Age and Lack of Maintenance

On this episode of the podcast, Chris and Chris talk about something that makes everything fail eventually: Age and lack of maintenance. It’s a concept everyone understands – if you don’t do maintenance, cleaning, adjusting, and testing on a regular basis, things breakdown and wear out. Whether its a car, an HVAC system, an electrical panel, or even your body, everything succumbs to getting older and the lack of maintenance. Your customer needs to be aware of how age and the lack of maintenance affect their systems. Here’s a few tips:

Establish the Ages

Make sure to ask the customer for the age of their home and the age of their system/device/fixture. Also, find out how long they’ve been in the home and how long they plan to be in the home. This will help you set the context and an anchor point for the age of things in the home. You should get this information through a conversation not through an interrogation of the customer.

Quantify the Ages

Most clusters do not consider their HVAC, plumbing, or electrical systems until something breaks. Since this doesn’t happen frequently. They do not have much of a perception of how these things age. To help that perception and give them the proper perspective of the age of their home and systems, always quantify the age. This means that if they give you an age respond with the year. If they give you a year, respond with the age. For example:


You: “This is a great house. How old is it?

Customer: “It was built in 1968.”

You: “Oh, so it’s 52 years old.”


Customer: “Its 52 years old.”

You: “Oh, so it was built in 1968.”


You should do this to help your customer put the age into their personal timeline. When someone hears an age and a corresponding year, it means more to them. They’ll remember something that happened in their life or in general history at that time. It will help them put the age of their systems into perspective. You might even hear something like: “Wow! That was a long time ago! I remember…” This indicates that it is in their personal timeline and they now grasp just how old the system/device/fixture actually is.

How Long Things Last

When you have established the ages and quantified the ages, be prepared to answer “Is that old?” Or “How long do these last?”. Those are natural questions for the customer to ask. You should be ready with the correct and truthful answer. Never use this information to scare or manipulate a customer. A good response is something like this:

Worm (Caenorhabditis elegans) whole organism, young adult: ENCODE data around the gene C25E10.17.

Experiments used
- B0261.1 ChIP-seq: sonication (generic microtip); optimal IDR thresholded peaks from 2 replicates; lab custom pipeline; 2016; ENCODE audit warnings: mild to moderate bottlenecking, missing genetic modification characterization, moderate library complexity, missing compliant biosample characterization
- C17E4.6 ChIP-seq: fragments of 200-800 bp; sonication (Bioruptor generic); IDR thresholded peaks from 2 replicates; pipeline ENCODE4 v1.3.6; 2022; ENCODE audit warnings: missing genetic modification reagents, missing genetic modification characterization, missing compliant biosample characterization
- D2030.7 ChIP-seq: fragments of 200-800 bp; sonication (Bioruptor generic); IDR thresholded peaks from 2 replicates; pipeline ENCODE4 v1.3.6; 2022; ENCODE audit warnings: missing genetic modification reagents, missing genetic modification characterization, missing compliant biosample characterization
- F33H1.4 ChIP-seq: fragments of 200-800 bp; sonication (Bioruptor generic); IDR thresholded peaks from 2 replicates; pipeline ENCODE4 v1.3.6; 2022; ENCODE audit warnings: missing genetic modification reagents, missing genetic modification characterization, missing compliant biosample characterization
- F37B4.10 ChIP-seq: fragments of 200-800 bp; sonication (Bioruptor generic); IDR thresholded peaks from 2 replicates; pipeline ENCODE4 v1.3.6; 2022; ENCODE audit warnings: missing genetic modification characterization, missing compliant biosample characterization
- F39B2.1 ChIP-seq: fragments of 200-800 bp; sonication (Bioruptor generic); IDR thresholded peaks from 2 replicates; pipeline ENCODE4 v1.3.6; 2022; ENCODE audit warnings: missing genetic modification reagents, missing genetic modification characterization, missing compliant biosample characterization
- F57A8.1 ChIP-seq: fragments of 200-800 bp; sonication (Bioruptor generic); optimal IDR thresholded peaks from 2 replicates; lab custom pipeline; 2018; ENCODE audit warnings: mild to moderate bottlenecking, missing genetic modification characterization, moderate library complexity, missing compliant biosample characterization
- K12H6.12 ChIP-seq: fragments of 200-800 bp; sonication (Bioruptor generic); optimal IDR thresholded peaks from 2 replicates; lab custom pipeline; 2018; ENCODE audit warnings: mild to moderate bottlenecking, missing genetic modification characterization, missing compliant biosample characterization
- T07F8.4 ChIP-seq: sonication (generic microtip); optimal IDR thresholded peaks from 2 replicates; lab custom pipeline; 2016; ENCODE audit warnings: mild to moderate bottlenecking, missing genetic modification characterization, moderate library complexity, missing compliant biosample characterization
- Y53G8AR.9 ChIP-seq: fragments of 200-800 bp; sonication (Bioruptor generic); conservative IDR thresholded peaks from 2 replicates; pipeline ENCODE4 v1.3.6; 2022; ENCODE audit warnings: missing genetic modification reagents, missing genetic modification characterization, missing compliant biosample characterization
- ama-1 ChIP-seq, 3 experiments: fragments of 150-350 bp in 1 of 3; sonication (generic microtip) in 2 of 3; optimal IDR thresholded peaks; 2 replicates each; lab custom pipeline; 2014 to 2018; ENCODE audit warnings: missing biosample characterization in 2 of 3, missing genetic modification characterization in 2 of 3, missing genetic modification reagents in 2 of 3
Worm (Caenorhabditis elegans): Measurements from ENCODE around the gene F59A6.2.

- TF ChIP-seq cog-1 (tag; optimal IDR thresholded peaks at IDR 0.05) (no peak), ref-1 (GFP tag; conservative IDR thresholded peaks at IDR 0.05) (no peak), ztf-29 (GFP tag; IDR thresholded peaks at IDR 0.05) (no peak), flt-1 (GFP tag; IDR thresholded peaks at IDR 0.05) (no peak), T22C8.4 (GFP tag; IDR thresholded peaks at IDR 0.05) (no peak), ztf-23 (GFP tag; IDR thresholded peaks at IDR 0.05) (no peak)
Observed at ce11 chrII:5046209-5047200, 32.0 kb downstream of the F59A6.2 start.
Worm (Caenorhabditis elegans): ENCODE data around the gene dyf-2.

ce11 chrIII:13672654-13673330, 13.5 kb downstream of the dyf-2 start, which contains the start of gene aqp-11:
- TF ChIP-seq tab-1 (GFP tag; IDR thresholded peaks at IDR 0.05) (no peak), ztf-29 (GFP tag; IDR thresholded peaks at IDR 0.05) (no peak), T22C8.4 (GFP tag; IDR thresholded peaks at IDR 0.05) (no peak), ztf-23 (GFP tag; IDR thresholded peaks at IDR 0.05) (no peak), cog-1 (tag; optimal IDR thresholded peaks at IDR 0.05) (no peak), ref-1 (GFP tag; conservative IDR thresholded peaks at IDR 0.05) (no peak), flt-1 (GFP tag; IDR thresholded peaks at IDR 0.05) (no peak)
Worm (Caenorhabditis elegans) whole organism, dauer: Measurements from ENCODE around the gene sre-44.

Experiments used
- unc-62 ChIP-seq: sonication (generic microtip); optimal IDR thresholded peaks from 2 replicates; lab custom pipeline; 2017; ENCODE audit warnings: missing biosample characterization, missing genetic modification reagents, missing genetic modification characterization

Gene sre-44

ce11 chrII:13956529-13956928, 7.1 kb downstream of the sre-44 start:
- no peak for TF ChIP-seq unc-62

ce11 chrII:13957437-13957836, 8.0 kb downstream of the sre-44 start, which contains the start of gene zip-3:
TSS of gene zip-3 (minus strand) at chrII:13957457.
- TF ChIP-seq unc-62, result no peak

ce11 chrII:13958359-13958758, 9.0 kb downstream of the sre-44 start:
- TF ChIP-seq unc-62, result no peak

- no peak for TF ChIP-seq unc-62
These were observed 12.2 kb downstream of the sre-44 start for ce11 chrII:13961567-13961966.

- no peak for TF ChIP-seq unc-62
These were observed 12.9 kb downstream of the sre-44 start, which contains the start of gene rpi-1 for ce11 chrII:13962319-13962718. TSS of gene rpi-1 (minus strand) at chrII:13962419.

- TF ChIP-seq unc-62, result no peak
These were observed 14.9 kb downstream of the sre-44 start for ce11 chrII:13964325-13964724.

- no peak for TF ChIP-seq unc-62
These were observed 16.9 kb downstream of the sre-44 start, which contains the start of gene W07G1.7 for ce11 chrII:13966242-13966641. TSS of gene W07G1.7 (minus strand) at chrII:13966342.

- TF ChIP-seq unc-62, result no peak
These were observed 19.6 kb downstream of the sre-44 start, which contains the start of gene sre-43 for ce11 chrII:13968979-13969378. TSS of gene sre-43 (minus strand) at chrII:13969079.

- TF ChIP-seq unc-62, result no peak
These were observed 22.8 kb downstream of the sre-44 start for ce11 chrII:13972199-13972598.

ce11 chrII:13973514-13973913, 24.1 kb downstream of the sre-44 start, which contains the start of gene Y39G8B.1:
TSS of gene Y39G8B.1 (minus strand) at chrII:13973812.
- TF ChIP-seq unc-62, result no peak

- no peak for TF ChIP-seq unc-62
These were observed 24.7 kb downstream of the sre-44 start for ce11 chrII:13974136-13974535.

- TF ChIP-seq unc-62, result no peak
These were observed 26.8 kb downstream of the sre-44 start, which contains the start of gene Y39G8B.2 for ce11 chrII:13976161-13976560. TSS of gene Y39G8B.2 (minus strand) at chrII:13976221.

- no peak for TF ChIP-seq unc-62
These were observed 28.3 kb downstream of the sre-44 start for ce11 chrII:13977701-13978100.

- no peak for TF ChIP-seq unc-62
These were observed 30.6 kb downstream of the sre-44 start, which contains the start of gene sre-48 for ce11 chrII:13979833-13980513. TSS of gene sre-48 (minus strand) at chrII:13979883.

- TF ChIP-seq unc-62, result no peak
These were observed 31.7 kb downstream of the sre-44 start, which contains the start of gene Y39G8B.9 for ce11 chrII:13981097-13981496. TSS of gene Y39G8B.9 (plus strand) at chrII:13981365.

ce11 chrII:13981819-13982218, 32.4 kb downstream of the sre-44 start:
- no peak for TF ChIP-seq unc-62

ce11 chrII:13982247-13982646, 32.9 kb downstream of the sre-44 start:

“In this area, these usually last between X and Y years with regular annual maintenance.”

You know better than anyone the uniqueness of your area conditions and how long things usually last IF they receive regular maintenance. Be sure to share exactly that.

Last Annual Maintenance and Safety Inspection

Once you have done all of the above, ask the customer for the date of their last annual maintenance and safety inspection:

“What was the date of your last annual maintenance and safety inspection on your plumbing/HVAC/electrical system?”

Most customers will probably say it’s been a few years or they can’t remember. You should respond by reinforcing the need for annual maintenance and safety inspections.

Use Physical Evidence

Finally, after doing all of the above, use actual physical evidence to prove that the system is dirty, the part is worn out, or something is becoming unsafe. Of course, you only use the truth. Show them the worn part, the dirt from a coil or the sediment in the water heater, or the expiration date of the smoke detectors. Seeing is believing.

As things get older they wear out. They wear out faster if they are not maintained and inspected regularly. Everyone knows this about common things like cars, tools, etc. but most homeowners still don’t know this about their mechanical systems. Use the above tips to help you educate and reinforce how age and lack of maintenance make things break down sooner and cost them more money.

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